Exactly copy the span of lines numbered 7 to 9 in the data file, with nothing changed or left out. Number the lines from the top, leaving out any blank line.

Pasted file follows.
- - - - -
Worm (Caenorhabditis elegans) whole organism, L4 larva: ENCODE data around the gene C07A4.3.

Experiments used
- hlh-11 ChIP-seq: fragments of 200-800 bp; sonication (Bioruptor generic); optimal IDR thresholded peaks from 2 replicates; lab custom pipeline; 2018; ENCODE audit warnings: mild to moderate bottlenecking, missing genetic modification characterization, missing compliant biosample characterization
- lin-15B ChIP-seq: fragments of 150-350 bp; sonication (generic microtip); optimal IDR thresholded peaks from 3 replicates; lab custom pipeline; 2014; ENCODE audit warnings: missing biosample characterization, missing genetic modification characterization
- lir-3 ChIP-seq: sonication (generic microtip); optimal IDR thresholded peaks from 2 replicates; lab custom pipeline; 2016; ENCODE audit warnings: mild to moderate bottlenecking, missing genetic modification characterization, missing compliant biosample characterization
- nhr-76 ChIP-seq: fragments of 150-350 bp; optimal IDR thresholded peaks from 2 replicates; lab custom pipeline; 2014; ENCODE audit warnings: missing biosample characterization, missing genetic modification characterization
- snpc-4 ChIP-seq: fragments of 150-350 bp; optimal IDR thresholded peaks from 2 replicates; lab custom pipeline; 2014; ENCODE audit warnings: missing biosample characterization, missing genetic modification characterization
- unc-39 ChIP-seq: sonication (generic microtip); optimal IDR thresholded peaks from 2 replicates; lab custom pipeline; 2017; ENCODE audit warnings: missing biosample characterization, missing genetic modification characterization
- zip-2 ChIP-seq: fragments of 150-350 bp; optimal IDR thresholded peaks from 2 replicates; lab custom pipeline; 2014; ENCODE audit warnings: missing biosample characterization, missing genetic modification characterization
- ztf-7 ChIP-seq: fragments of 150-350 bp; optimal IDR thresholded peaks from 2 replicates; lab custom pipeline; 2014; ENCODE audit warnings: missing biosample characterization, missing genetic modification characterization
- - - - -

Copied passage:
- snpc-4 ChIP-seq: fragments of 150-350 bp; optimal IDR thresholded peaks from 2 replicates; lab custom pipeline; 2014; ENCODE audit warnings: missing biosample characterization, missing genetic modification characterization
- unc-39 ChIP-seq: sonication (generic microtip); optimal IDR thresholded peaks from 2 replicates; lab custom pipeline; 2017; ENCODE audit warnings: missing biosample characterization, missing genetic modification characterization
- zip-2 ChIP-seq: fragments of 150-350 bp; optimal IDR thresholded peaks from 2 replicates; lab custom pipeline; 2014; ENCODE audit warnings: missing biosample characterization, missing genetic modification characterization